alexa Improving Scaling And Root Planing Over The Past 40 Years: A Meta-Analysis | OMICS International
ISSN: 2161-1122
Dentistry
Like us on:
Make the best use of Scientific Research and information from our 700+ peer reviewed, Open Access Journals that operates with the help of 50,000+ Editorial Board Members and esteemed reviewers and 1000+ Scientific associations in Medical, Clinical, Pharmaceutical, Engineering, Technology and Management Fields.
Meet Inspiring Speakers and Experts at our 3000+ Global Conferenceseries Events with over 600+ Conferences, 1200+ Symposiums and 1200+ Workshops on
Medical, Pharma, Engineering, Science, Technology and Business

Improving Scaling And Root Planing Over The Past 40 Years: A Meta-Analysis

Zaugg B1, Sahrmann P2, Roos M3, Attin T2 and Schmidlin PR2*

1Private Practice, Luzern, Switzerland

2Clinic of Preventive Dentistry, Periodontology and Cariology, Center of Dental Medicine, University of Zurich, Switzerland

3Division of Biostatistics, ISPM, University of Zurich, Hirschengraben 84, 8001 Zurich, Switzerland

*Corresponding Author:
Patrick R Schmidlin
Plattenstrasse, Clinic of Preventive Dentistry
Periodontology and Cariology, Center of Dental Medicine
University of Zurich, 11, 8032 Zürich, Switzerland
Tel: +41 44 634 34 17
Fax: +41 44 634 43 08
E-mail: [email protected]

Received date : January 15, 2014; Accepted date : Janaury 30, 2014; Published date : February 01, 2014

Citation: Zaugg B, Sahrmann P, Roos M, Attin T, Schmidlin PR (2014) Improving Scaling and Root Planing Over the Past 40 Years: A Meta-Analysis. Dentistry 4:205. doi:10.4172/2161-1122.1000205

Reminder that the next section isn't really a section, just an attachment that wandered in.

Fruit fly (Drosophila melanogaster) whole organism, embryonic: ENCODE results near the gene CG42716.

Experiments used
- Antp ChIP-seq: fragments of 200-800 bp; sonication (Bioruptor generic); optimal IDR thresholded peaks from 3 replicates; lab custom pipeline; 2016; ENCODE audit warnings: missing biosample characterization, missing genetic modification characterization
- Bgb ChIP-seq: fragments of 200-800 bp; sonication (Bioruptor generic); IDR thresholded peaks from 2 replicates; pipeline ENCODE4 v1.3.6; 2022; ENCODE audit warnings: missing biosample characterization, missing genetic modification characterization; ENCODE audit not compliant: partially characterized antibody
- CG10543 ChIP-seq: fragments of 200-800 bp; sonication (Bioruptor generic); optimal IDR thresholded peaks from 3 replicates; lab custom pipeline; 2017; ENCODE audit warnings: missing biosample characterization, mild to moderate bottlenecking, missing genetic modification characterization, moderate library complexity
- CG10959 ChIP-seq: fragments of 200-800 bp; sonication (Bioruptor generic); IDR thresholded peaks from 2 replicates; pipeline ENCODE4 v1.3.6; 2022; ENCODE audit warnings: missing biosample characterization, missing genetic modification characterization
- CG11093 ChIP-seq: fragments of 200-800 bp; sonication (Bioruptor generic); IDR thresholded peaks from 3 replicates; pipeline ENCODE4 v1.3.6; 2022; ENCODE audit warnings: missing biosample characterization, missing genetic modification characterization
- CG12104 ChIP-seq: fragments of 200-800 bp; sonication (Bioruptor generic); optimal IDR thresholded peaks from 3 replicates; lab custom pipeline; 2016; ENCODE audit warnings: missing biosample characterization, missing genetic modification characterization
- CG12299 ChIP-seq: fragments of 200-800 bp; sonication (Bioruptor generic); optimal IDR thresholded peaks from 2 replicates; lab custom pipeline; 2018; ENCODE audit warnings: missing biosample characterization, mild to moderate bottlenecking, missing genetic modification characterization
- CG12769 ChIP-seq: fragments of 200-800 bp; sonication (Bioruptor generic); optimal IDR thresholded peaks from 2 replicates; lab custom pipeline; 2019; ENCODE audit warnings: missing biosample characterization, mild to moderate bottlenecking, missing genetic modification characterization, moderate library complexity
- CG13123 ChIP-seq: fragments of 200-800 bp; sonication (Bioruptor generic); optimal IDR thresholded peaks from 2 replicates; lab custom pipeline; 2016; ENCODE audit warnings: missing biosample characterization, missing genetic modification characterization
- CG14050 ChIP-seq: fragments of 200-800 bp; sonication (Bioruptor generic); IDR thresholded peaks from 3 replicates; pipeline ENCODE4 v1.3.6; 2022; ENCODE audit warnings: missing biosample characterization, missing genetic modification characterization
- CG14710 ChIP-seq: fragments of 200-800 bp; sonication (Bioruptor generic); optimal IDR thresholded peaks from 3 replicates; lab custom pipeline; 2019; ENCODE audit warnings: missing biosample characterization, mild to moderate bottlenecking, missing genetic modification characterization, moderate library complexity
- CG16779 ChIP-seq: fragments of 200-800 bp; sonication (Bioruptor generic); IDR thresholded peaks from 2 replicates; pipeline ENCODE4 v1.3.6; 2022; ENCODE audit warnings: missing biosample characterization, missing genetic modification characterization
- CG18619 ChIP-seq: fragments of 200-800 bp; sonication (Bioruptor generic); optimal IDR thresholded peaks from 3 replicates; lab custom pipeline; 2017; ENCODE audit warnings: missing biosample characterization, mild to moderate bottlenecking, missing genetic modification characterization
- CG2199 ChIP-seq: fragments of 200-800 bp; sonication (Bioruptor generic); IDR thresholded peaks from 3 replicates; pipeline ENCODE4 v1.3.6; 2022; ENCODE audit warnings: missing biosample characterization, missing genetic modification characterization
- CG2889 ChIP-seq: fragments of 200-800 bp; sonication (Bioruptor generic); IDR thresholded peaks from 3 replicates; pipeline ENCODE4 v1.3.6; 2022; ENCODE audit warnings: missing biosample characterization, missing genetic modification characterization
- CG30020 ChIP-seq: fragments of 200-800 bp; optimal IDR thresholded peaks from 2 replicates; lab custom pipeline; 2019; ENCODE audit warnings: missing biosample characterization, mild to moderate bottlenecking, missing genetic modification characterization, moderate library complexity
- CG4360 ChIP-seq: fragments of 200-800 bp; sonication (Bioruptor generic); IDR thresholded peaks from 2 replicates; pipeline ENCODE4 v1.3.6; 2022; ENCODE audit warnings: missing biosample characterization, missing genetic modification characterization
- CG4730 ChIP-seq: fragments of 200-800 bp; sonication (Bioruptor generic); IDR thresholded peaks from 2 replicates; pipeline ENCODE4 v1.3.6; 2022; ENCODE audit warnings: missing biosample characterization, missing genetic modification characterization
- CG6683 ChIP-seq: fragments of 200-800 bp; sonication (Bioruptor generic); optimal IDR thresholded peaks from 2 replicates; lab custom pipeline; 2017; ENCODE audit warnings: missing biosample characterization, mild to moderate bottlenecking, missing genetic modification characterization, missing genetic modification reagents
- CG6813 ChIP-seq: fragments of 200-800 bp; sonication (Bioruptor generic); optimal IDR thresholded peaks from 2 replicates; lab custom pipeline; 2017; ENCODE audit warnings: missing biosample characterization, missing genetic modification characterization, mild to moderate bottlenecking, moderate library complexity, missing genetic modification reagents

Copyright: © 2014 Zauug B, et al. This is an open-access article distributed under the terms of the Creative Commons Attribution License, which permits unrestricted use, distribution, and reproduction in any medium, provided the original author and source are credited.

 

Visit for more related articles at Dentistry

Abstract

Aim: To screen whether or not classical non-surgical periodontal therapy improved over the last four decades and how adjunctive local or systemic measures influenced its clinical outcome.
Methodology: Starting from the year 1970, the entire annual sets of publications of every 5th year of the “Journal of Clinical Periodontology” and the “Journal of Periodontology” were hand searched for articles dealing with nonsurgical periodontal therapy, i.e. scaling and root planing either alone (SRP) or in combination with adjunctive local (SRPloc) or systemic (SRPsyst) treatment. Mean pocket reduction was computed for each of the three treatment modalities. Where applicable, a meta-analysis and a meta-regression as well as linear regression were performed.